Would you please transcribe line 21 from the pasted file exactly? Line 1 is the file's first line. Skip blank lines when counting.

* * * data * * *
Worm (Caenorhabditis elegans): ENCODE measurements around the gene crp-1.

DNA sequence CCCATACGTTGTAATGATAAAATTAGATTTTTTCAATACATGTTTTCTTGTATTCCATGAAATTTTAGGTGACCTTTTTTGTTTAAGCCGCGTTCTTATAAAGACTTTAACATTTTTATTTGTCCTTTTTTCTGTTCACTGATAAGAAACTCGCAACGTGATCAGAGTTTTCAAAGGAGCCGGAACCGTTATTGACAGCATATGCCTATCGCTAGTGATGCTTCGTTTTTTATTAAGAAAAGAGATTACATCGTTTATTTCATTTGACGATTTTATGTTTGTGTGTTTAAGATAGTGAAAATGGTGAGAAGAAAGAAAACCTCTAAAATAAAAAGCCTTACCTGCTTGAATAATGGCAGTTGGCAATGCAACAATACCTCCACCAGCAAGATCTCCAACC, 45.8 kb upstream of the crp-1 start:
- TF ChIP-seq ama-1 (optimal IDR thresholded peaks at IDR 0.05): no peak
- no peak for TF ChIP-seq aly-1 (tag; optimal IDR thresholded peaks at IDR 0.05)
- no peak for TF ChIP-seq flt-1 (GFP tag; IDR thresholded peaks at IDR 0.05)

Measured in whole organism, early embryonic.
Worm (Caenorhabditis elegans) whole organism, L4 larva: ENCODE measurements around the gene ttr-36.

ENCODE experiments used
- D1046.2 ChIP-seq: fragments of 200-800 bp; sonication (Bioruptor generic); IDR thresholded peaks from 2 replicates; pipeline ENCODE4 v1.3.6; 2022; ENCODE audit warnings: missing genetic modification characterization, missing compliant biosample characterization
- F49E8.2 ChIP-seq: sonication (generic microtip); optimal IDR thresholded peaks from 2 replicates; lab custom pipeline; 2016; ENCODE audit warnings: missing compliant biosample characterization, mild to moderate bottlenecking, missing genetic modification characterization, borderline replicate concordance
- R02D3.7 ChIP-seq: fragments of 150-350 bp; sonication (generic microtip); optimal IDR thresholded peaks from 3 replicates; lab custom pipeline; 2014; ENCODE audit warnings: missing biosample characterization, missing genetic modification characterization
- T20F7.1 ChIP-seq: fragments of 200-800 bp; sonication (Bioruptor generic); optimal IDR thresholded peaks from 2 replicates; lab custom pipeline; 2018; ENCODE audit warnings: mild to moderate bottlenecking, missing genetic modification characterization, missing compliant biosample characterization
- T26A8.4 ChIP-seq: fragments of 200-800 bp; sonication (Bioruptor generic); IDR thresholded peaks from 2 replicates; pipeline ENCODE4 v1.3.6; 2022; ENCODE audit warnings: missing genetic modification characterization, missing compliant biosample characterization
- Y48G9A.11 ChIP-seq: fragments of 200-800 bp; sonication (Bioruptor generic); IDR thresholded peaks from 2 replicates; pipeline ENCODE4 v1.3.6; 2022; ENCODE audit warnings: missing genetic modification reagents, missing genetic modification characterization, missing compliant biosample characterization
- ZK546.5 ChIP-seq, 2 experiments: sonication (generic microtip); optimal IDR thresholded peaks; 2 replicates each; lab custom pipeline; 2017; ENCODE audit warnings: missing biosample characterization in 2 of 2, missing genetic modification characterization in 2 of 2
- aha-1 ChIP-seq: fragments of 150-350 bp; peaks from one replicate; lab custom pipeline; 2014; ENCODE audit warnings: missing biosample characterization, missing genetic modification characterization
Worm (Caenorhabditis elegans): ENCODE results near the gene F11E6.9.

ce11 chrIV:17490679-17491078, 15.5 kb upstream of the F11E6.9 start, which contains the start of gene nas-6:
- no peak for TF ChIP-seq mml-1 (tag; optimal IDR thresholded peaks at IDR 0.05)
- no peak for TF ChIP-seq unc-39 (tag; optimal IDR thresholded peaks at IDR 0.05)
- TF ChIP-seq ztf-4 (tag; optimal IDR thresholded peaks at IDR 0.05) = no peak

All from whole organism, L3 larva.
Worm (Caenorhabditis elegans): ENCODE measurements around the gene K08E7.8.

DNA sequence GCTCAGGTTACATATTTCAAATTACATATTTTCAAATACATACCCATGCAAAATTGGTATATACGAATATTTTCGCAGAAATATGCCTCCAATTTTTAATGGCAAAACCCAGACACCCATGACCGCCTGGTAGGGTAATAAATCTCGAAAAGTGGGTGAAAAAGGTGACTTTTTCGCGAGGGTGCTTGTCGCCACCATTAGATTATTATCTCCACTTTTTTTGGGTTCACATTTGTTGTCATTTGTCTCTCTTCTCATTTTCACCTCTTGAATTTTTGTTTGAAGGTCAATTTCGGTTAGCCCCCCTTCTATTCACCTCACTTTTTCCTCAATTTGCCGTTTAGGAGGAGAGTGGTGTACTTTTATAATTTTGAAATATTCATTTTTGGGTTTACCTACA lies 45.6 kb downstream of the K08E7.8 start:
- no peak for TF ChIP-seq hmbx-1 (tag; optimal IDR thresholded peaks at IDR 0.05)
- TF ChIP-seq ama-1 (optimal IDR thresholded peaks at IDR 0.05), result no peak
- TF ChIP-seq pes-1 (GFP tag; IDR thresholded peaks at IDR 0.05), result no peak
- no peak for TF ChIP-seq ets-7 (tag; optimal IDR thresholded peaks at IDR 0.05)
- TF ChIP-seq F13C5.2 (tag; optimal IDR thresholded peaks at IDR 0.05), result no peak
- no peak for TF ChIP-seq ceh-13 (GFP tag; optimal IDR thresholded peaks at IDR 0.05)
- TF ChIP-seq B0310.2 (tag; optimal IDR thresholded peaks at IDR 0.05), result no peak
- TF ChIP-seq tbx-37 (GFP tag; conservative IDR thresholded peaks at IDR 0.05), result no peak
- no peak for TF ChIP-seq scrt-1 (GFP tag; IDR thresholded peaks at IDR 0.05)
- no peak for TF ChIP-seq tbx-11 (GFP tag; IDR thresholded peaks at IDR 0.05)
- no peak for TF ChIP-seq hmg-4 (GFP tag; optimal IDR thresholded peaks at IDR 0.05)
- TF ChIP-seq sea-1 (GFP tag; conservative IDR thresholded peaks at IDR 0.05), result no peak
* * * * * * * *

- TF ChIP-seq ztf-4 (tag; optimal IDR thresholded peaks at IDR 0.05) = no peak